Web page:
How Should Inflation Affect Your Investment Decisions?

Inflation is here. Prices are rising. And consumers everywhere are starting to scrutinize their financial decisions more closely.

How should inflation affect your investment decisions? What are the best ways to hedge against inflation, and how should your purchasing and investing patterns change when inflation is at its peak?

The Complex Role of Inflation


Inflation is a complex phenomenon, and it affects different sectors of the economy in different ways.

For example, in the real estate world, inflation has multiple simultaneous effects. Inflation has a tendency to push home prices higher, making it gradually more difficult to find an entry point. But at the same time, holding mortgage debt is advantageous in an inflationary environment; because the value of money decreases during inflation, the value of your debt will decrease accordingly. Investing in real estate is also an effective hedge against inflation, since investing in property is a way to invest in “real,” tangible material that’s independent from the stock market.

We also need to consider the fact that different investors have different levels of risk tolerance and different goals and strategies related to their personal finances. A young investor might be very tolerant of risk and eager to achieve growth, while an older investor might need to minimize risk as much as possible while generating consistent cash flow.

Because of this, it’s very hard to make broad recommendations about how to invest while inflation is increasing. But we can make some strategic suggestions.

General Strategies in an Inflationary Era


These are some of the best financial strategies to employ if you’re concerned about the future of inflation:

  • Understand our predictive limitations. Economists rarely agree on anything. The economy is an enormous and incredibly complicated machine, and one driven by thousands of individual variables. There are also many different ways to interpret the interaction of these variables, so our best economists bicker over even the tiniest details. Because of this, no one can predict exactly how the economy is going to develop from here. We don’t know how long inflation will last or how intense it will be. We don’t know how inflation will exactly affect various markets. We are all operating with uncertainty, which means there’s no such thing as a perfectly correct approach to this environment.
  • Assess your own risk tolerance and individual position. Before you make any decision about how to invest in an inflationary era, spend some time assessing your own risk tolerance and your individual positions. What are your goals as an investor? How much money are you willing to lose? What’s your current portfolio like and how should it evolve?
  • Plan for the long term. Investors concerned about inflation are often preoccupied with how the economy will develop over the next few years. But if you want to maximize your profitability and effectiveness, you also need to keep the long-term time horizon in mind. How is your portfolio going to develop over the next 10 or 20 years? How do you think inflation will develop then?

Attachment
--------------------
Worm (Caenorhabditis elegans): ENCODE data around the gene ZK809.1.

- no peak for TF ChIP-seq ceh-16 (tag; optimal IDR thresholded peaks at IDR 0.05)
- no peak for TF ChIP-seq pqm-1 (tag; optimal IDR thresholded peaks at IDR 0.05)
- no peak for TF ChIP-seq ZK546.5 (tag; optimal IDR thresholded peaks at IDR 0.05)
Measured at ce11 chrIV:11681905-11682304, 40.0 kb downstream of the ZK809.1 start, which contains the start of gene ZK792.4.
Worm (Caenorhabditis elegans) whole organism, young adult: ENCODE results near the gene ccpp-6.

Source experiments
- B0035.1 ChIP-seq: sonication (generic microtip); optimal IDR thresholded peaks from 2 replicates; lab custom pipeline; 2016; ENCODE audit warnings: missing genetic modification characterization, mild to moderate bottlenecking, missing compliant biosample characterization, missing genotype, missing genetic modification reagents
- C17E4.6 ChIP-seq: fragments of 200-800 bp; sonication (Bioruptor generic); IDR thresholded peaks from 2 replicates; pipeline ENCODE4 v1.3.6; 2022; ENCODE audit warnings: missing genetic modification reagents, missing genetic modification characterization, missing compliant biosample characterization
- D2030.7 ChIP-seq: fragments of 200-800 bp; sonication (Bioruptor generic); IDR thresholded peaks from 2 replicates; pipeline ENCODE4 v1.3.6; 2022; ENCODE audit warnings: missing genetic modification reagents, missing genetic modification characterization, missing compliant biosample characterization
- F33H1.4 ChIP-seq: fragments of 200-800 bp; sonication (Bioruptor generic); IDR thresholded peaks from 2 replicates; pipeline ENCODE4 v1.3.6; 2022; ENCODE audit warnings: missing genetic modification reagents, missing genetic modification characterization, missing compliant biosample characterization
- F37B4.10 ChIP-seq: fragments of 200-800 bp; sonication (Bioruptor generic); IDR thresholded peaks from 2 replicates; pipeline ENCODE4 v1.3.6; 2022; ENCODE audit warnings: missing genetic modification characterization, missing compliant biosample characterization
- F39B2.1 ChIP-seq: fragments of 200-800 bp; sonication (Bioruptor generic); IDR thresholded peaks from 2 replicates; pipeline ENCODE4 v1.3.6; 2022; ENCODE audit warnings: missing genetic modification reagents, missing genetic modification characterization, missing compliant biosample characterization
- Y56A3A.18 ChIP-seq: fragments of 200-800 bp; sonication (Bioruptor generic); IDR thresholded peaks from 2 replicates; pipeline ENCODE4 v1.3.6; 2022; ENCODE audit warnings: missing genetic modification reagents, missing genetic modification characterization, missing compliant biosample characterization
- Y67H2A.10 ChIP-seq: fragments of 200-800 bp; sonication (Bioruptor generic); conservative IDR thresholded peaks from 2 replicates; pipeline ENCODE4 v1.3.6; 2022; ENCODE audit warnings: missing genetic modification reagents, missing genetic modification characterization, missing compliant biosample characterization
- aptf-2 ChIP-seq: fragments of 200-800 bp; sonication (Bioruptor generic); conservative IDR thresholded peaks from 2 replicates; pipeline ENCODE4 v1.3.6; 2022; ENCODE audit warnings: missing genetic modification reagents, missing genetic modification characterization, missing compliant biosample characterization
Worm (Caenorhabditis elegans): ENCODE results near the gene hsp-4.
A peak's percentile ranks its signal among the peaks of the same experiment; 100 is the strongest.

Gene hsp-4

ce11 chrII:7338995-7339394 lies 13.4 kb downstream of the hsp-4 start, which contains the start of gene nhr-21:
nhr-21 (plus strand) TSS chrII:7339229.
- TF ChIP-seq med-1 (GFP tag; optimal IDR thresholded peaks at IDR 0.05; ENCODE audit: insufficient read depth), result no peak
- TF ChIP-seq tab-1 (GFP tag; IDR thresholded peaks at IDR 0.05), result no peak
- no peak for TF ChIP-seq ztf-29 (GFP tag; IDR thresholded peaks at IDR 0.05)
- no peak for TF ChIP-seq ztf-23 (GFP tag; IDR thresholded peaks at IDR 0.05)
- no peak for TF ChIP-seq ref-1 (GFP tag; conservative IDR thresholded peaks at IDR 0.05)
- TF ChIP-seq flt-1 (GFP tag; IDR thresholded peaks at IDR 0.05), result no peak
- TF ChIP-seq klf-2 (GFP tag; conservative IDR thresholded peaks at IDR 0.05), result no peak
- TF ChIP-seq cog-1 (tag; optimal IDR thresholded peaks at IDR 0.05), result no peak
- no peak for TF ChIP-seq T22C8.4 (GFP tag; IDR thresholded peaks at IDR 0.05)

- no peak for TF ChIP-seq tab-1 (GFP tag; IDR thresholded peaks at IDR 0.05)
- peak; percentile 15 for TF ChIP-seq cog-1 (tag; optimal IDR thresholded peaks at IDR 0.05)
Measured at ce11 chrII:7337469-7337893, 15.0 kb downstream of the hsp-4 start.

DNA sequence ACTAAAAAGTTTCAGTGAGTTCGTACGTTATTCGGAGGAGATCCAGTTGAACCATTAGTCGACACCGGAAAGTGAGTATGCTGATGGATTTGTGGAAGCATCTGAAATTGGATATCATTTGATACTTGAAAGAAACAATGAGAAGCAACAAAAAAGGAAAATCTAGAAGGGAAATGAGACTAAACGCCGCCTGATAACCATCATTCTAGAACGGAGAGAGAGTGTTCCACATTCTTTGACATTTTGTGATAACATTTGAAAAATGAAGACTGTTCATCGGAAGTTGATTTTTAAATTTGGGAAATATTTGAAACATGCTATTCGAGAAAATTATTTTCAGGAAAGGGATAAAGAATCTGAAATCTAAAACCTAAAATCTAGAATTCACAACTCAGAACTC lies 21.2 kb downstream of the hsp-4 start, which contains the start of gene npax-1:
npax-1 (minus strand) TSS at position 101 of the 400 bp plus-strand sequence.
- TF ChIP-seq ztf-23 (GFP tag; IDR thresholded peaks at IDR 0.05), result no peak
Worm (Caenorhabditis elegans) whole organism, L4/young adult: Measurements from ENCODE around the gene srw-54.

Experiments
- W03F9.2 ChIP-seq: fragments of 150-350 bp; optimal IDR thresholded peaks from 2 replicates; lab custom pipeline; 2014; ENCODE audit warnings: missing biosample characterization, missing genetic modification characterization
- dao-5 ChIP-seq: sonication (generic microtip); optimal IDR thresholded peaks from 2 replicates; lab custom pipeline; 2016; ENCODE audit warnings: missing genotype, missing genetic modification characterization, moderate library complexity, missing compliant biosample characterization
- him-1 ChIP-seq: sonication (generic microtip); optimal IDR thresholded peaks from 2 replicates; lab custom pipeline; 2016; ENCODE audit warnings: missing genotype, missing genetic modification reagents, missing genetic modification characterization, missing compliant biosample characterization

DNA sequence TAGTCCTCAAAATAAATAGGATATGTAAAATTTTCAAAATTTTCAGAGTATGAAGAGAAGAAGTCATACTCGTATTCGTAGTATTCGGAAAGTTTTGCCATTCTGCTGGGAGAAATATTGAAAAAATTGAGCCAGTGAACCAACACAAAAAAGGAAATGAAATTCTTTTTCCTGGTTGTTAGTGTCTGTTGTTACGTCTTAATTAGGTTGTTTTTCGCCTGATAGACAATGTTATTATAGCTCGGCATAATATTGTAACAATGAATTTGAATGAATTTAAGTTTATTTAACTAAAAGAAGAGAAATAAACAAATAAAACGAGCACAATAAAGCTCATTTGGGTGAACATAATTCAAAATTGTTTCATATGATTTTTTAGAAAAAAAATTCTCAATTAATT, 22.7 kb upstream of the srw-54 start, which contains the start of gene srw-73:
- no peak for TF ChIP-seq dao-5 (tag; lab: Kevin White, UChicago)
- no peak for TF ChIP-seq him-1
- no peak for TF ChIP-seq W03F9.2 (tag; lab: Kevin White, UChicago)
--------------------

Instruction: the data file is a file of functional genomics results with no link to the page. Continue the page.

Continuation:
• Prioritize good debt. Debt can be advantageous when inflation begins to set in. As the value of currency declines, debt in that currency becomes less powerful. That doesn’t mean you should overleverage yourself, and you definitely shouldn’t max out your credit cards, but if it makes sense to take out a mortgage for a new property or take out student loans for your education, now could be the right time.
  • Consider specific inflation hedges. When investors begin to fear inflation, they often turn to safe havens that have historically served as good hedges against inflation. Real estate, precious metals, bonds, and certain types of commodities are examples of these hedges.
  • Pursue “safe” industries and sectors. You can also shift your stock investing strategy to pursue safer industries and sectors. Look for companies and economic realms that are capable of succeeding even during economically tough times. Utility companies and waste management companies are two examples of this; no matter what happens in the economy, people are still going to need utilities and waste management.
  • Diversify. The most popular piece of investment advice is to diversify your portfolio, even during “normal” economic periods. It’s even more important in inflationary times. The purpose of diversification is to make sure your portfolio is optimized to minimize losses and even out your gains; by investing in many different asset classes and areas of the economy, no single disruptive event can bankrupt you. Long-known safe havens like real estate and gold are commonly held as excellent hedges against inflation, but there’s no guarantee these assets will perform optimally. Make sure your portfolio is equipped with a robust mix of different types of assets.
  • Don’t take any advice too literally. Be wary when taking advice. Sensationalists and inexperienced financial advisors often take advantage of tumultuous times to make bold claims and dispense questionable advice in pursuit of getting rich or helping others get rich. More information is rarely a bad thing, but exercise caution to avoid taking any single recommendation or piece of advice as the gospel truth.


These strategic recommendations aren’t meant to constitute formal financial advice, and it’s important for us to reiterate that every investor is different. There’s no single “right” way to handle inflation or your assets during an inflationary era; instead, you need to figure out what works best for you.

Radulovic Jovica
Radulovic Jovica

I started my career at following the completion of my studies in Agricultural Economics at the University of Belgrade. My fascination with this field arose from recognizing the pivotal role marketing plays in companies' business strategies.